But that is not practically possible as a solution, and would indeed only be so if followed worldwide but we all know that's certainly not going happen in certain countries. In fact, to 'strictly enforce' the measures you mention may very well result in the majority of airlines going under. If so, so be it, and while it may be harsh and 'unholy' to say it on an airline forum the harsh truth is the world doesn't solely revolve around the health of airlines.
'Strictly enforce' means whatever authorities of a specific country decide. Some will prohibit all travel, others will allow full travel with hardly any caveats.
In my comment, I meant the term to be the wearing of face masks by all passengers and crew at all times, no travelling when presenting symptoms, a temperature check before passengers or crew reach the gate area, hot towels / hand sanitiser for all passengers, the list goes on...
The point is not all airports and airlines are undertaking these measures yet and no consistent rules between different countries.
A lot of attitudes and actions will change once air travel picks-up again in the next few weeks.
While the World "doesn't solely revolve around the health of airlines", air travel is important to many countries and will be the catalyst to jumpstart their economies.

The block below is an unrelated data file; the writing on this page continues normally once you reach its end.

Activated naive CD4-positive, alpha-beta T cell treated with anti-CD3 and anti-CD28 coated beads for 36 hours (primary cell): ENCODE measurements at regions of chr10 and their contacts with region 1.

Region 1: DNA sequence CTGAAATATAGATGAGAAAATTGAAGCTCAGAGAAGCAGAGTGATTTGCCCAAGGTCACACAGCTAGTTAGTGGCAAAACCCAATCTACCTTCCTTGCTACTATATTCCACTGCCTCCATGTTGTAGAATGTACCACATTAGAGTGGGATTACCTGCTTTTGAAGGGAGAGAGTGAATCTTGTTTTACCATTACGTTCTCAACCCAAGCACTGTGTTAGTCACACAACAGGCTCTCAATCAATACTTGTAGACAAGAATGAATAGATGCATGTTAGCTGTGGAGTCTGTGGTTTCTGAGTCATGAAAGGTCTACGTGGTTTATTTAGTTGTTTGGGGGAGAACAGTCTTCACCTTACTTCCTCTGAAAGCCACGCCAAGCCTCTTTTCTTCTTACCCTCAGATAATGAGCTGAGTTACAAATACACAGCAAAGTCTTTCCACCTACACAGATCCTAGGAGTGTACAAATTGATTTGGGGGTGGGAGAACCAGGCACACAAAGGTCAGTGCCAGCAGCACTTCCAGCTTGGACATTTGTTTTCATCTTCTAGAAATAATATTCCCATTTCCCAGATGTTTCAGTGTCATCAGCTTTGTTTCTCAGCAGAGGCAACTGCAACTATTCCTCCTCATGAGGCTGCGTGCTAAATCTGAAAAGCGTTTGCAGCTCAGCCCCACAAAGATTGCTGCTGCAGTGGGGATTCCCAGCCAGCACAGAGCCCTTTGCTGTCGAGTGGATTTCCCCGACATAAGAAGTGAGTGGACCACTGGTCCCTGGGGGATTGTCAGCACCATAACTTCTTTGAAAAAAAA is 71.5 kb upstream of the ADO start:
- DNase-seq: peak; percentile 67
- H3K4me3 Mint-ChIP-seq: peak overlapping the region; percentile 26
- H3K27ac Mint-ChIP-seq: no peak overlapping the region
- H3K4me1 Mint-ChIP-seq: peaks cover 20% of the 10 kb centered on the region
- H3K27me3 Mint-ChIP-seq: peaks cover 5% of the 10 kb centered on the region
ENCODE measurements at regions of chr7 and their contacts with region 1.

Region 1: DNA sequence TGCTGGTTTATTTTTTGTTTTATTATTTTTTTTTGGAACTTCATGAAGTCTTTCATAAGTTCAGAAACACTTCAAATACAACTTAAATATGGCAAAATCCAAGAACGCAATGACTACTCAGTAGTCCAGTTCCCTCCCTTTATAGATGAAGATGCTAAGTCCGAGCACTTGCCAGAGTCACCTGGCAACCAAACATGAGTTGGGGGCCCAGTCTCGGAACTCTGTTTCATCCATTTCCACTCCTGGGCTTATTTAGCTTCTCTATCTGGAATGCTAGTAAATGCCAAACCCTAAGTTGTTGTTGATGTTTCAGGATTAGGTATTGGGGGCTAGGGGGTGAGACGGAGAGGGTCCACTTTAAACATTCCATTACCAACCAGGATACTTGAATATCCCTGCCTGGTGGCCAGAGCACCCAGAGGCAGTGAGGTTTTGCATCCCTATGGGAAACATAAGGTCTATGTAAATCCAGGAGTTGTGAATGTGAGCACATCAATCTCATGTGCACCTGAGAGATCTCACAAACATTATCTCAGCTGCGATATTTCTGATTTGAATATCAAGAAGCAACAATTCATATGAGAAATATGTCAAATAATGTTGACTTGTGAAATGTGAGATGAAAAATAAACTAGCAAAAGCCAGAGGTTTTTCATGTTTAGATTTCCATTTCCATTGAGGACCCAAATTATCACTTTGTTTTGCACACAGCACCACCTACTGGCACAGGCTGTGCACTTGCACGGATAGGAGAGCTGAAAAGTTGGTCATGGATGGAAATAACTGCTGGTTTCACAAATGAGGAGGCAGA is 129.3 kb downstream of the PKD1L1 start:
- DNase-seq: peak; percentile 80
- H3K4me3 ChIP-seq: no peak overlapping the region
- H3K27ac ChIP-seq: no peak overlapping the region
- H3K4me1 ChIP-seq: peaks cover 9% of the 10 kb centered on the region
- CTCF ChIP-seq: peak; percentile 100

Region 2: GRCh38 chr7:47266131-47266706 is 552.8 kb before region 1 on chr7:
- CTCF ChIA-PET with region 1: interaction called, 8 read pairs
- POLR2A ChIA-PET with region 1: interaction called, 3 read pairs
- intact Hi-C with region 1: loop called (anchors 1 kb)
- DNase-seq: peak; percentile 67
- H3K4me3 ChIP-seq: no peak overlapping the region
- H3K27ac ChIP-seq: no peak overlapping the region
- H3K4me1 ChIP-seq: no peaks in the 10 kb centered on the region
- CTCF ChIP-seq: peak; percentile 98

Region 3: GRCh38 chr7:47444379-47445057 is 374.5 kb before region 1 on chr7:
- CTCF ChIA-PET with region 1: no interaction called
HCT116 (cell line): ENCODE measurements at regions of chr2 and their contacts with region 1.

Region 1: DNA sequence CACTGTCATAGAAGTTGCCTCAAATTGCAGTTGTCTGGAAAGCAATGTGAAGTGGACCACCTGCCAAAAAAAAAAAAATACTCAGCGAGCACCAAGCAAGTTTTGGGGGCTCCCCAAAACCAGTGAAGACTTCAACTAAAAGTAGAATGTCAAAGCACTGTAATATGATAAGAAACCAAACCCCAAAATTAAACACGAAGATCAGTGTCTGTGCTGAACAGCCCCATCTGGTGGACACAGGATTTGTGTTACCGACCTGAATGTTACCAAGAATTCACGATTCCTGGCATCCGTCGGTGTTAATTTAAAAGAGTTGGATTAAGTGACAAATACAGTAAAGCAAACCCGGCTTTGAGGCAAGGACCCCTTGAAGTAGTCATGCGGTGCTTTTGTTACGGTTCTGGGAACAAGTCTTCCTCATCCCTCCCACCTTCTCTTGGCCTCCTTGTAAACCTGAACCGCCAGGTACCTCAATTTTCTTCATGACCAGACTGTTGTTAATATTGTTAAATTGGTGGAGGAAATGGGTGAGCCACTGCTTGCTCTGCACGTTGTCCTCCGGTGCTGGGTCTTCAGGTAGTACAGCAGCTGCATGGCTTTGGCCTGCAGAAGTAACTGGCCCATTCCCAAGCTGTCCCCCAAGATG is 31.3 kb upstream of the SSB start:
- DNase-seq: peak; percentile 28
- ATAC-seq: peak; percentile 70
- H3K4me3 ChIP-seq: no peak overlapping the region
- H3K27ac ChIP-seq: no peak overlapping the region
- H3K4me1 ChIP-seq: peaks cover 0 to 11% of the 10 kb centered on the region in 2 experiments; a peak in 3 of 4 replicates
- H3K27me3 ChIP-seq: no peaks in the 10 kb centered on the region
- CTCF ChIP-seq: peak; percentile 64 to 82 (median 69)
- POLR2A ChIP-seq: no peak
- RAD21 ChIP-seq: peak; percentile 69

Airlines went bankrupt with the model of chasing capacity and ignoring yield. Airlines are not going to flood the market with seats. If they do go with denser cabins, they are going to reduce overall flights. That takes cash to reconfigure, so it will be for the long term if they do. In the near term they can fly reduced schedules.
Now if regulators force airlines to fly planes with empty seats for distancing, this is going to cause airlines to lose revenue and passengers to pay higher ticket prices. No one wins in that scenario.
Who said anything about flooding the market with seats? I only said to add more economy seats.
That will come at the expense of some
premium seating, but not all.
It's unlikely that BA will come anywhere near filling all 56 J seats on a 77W or all 86 J on a 744 any time soon, so take out two rows of J (16 seats on both types) and replace them with 5 rows of Y (~50 and 45 seats respectively).
J seats only earn an airline 4x as much income as a Y seat when they are filled. As stated by concordeforever earlier, "2019 passenger levels are not expected to return until 2023."
In the aftermath of the GFC, my previous firm restricted travel to economy for flights < 8 hours until 2017. It wouldn't surprise me if type of company policy was replicated by lots of businesses.
So why carry the extra weight of J seating until sometime (maybe) in 2023 and choose to forgo the opportunity to fill the space with Y? Refitting cabins costs money, yes, but the opportunity cost of lost revenue over 3 years is likely to be more.
As I also said earlier, yield is taken care of through restricting the number of seats by operating fewer flights.